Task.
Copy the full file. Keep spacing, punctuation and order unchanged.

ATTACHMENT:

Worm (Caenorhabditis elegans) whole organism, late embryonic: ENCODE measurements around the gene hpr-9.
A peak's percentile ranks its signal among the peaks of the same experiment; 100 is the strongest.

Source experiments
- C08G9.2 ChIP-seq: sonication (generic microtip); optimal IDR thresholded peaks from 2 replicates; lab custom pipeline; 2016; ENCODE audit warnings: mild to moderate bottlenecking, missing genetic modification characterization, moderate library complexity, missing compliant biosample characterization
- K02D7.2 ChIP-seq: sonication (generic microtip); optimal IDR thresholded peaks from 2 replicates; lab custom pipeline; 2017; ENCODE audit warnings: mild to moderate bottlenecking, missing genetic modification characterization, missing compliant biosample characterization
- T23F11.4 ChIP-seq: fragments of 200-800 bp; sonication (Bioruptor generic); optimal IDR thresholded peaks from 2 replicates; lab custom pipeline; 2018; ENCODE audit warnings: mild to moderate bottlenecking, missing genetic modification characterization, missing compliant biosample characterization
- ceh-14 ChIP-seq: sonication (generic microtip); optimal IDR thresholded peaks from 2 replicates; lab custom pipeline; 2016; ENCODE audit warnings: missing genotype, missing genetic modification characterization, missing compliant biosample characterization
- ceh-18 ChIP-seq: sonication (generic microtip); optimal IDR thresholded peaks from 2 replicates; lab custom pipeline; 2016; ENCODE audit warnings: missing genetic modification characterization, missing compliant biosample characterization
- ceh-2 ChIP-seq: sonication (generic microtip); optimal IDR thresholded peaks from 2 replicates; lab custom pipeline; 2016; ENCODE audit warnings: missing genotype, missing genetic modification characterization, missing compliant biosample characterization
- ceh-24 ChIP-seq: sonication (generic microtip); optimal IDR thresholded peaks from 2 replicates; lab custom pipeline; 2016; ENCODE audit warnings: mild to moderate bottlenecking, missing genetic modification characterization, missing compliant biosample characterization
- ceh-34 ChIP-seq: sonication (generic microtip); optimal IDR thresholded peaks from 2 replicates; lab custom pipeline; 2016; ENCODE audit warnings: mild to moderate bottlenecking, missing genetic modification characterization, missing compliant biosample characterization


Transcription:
Worm (Caenorhabditis elegans) whole organism, late embryonic: ENCODE measurements around the gene hpr-9.
A peak's percentile ranks its signal among the peaks of the same experiment; 100 is the strongest.

Source experiments
- C08G9.2 ChIP-seq: sonication (generic microtip); optimal IDR thresholded peaks from 2 replicates; lab custom pipeline; 2016; ENCODE audit warnings: mild to moderate bottlenecking, missing genetic modification characterization, moderate library complexity, missing compliant biosample characterization
- K02D7.2 ChIP-seq: sonication (generic microtip); optimal IDR thresholded peaks from 2 replicates; lab custom pipeline; 2017; ENCODE audit warnings: mild to moderate bottlenecking, missing genetic modification characterization, missing compliant biosample characterization
- T23F11.4 ChIP-seq: fragments of 200-800 bp; sonication (Bioruptor generic); optimal IDR thresholded peaks from 2 replicates; lab custom pipeline; 2018; ENCODE audit warnings: mild to moderate bottlenecking, missing genetic modification characterization, missing compliant biosample characterization
- ceh-14 ChIP-seq: sonication (generic microtip); optimal IDR thresholded peaks from 2 replicates; lab custom pipeline; 2016; ENCODE audit warnings: missing genotype, missing genetic modification characterization, missing compliant biosample characterization
- ceh-18 ChIP-seq: sonication (generic microtip); optimal IDR thresholded peaks from 2 replicates; lab custom pipeline; 2016; ENCODE audit warnings: missing genetic modification characterization, missing compliant biosample characterization
- ceh-2 ChIP-seq: sonication (generic microtip); optimal IDR thresholded peaks from 2 replicates; lab custom pipeline; 2016; ENCODE audit warnings: missing genotype, missing genetic modification characterization, missing compliant biosample characterization
- ceh-24 ChIP-seq: sonication (generic microtip); optimal IDR thresholded peaks from 2 replicates; lab custom pipeline; 2016; ENCODE audit warnings: mild to moderate bottlenecking, missing genetic modification characterization, missing compliant biosample characterization
- ceh-34 ChIP-seq: sonication (generic microtip); optimal IDR thresholded peaks from 2 replicates; lab custom pipeline; 2016; ENCODE audit warnings: mild to moderate bottlenecking, missing genetic modification characterization, missing compliant biosample characterization